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All animators must learn to walk before they can run. In 2D Character Animation, industry expert George Maestri teaches the basic principles every animator must know to build a foundation for more complex work. These principles are relevant regardless of software used or animation style. George explains how good animation depends on a firm knowledge of the laws of motion, which inform the principles of animation. He teaches the basics of creating characters, squash and stretch, pose-to-pose animation, walking and running, track reading, and dialogue animation. He also shows how to use After Effects and Flash to apply the tools learned in the course. Exercise files accompany this course.
Let's go ahead and start animating a run. A run is very similar to a walk in the way that it's animated and so we can use a lot of the same tips and tricks we used with the walk for the run. Now, we're also using the same character to animate this run that I did from the walk and let's take a quick look at him. He is actually composed of individual parts and I can turn these on and off and you can see that. And this is just going to make it a lot easier to manage the character as we animate him. Now before I start animating the run, I do want to set up a base line.
And what this is, is just a line drawn across the bottom of the screen and this gives me a straight line over which to move the feet so that way his feet move in a straight line. It's basically the ground plane that he is running on. So let's go ahead and start animating this run. Now I am going to do this in more of a pose-to-pose sort of animation rather than animate it a part at a time. So I am going to set up the very first pose of this character, which will be the extended position. This is the position of the character right before he takes off on his leap and remember that a run is a series of leaps.
So I am going to go ahead and first I am going to start with the hips, and I am going to go ahead and move those up just a little bit because he is going to be leaping off and I want to get a good extension there. And then I am going to go down to the left leg and I am going to get that ready to take off. This is the leg that's going to be bent, so I am going to go ahead and rotate this leg and I am going to go ahead and move it up into the body here and I want to get a really nice tight high knee on that.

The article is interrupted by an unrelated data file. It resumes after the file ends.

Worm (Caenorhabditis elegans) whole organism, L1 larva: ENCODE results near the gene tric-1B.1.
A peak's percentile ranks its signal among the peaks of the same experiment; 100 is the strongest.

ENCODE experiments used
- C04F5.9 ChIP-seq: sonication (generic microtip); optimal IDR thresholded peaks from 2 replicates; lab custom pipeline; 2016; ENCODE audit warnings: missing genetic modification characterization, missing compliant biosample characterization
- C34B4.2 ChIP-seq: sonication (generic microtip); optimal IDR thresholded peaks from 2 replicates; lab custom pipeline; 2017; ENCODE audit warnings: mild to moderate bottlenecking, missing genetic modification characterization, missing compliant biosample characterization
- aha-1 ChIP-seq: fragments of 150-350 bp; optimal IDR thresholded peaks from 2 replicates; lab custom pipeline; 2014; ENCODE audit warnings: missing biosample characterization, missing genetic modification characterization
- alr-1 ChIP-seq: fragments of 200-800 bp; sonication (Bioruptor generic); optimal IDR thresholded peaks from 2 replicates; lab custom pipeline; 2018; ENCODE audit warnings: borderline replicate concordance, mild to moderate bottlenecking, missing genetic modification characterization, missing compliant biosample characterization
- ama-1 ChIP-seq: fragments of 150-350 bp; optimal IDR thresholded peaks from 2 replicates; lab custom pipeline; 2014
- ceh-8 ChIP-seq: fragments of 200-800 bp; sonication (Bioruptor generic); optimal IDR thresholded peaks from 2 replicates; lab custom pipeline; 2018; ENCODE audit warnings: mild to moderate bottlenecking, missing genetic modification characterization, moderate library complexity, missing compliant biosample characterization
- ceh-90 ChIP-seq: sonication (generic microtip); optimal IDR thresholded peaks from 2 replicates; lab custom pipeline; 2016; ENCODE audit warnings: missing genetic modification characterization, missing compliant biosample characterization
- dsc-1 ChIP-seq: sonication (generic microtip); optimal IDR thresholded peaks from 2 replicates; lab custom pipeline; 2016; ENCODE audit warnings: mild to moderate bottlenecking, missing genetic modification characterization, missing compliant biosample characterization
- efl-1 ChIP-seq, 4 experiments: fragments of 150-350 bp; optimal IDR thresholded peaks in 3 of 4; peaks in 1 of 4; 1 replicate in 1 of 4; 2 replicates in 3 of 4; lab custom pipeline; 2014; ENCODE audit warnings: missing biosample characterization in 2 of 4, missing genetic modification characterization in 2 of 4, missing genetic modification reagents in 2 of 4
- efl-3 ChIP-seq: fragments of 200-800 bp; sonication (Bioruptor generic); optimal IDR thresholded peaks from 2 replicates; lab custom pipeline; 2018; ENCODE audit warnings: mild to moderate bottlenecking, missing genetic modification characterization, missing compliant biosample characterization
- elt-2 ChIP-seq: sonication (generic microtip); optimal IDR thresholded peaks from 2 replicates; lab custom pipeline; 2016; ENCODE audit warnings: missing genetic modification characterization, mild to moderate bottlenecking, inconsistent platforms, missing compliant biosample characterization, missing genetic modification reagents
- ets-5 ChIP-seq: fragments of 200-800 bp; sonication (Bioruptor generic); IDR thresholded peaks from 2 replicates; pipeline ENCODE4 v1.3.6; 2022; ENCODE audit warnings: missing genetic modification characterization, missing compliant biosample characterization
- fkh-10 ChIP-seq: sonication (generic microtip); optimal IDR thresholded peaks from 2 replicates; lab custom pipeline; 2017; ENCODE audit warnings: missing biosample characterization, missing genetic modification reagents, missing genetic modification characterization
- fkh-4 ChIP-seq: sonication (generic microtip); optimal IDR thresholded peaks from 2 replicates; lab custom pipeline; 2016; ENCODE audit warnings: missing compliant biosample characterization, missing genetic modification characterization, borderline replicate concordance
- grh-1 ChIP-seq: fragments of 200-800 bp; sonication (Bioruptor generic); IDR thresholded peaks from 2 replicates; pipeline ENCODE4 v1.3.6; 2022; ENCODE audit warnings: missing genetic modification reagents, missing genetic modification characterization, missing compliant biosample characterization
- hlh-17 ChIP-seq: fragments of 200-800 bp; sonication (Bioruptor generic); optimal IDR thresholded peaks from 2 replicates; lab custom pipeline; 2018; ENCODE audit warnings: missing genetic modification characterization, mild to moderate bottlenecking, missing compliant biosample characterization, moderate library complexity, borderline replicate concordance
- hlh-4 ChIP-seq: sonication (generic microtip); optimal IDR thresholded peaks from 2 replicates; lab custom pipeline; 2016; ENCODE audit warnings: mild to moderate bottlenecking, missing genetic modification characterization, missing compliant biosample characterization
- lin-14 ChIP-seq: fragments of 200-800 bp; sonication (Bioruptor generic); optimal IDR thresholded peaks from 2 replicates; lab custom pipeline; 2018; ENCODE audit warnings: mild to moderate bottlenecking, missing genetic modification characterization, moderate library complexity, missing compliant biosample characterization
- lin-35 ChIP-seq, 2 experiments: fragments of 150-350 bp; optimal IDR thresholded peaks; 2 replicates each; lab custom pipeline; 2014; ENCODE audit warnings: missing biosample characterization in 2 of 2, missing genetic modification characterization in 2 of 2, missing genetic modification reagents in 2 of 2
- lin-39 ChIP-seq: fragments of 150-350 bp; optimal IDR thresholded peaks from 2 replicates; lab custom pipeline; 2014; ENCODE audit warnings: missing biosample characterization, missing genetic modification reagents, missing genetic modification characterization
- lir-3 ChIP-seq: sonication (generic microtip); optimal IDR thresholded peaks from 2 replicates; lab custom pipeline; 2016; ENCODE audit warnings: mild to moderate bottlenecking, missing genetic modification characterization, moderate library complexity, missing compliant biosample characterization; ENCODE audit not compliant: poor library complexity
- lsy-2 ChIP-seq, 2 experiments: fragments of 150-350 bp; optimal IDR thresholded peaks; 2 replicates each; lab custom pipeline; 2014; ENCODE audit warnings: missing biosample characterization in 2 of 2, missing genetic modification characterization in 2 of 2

So that needs to be really high and ready to take off. That's probably the most important part of what's happening with this leg here. So I just want to get that knee nice and high, and then I am going to move down to the foot and just go ahead and place that under the leg here and maybe rotate that up just a little bit. So I am getting a nice high knee and the foot is ready to take off. Now let's go ahead and move on to the right leg. I am going to start with the right foot and I am going to move this foot back and I am actually going to move it back pretty far.
In fact, I might even overextend it just a little bit because I really want to get a good stretch on this leg. I really want to get a strong pose, and so by putting that foot pretty far back, I am going to enforce this leg to really give a nice arc here. In fact, I want to look at this arc at the back and then want to try and get that foot pretty far back there. Now, all I have to do is take that leg and get that to match. Now one thing you'll notice is that by putting this character into such an extreme position that this leg isn't long enough to match up.
In fact, if I rotate it back there, you can see how that leg just doesn't quite reach. So what we're going to do is I am actually going to do some stretching. I am actually going to stretch his leg just a little bit and then rotate it and try and get that into position there. So again, I am trying to make this leg about as long as possible so that gives it a much better stretch. So let's go ahead and try and get that in place there. Now, the last thing is that this foot here really needs to bend up because what the character is doing is he is pushing off of the ball of his foot, off of his toes.
So I need those toes firmly planted on the ground. So what I am going to do with this foot is I am going to do a little bit of shape animation. Now you can do this a number of ways, depends on the software that you are using. And if you don't want to do actual shape animation, you can certainly just create a second joint in the foot, so you can actually bend the foot at the toe. So I am going to go ahead and just move this foot up and just give a nice bend here.
So now you can see how this toe is planted and I've got a nice arc to the foot here, so we can see that the heel is off the ground but the toe is still planted and that's the most important part of what is going on here with the foot. So now that I have the pose pretty much set up, I want to add one more guideline. So I am going to go ahead and turn this line on here and I am going to position it right at the back of the heel. Now what this is going to do is it's going to give me guideline for how far back the left foot will go when the character runs.
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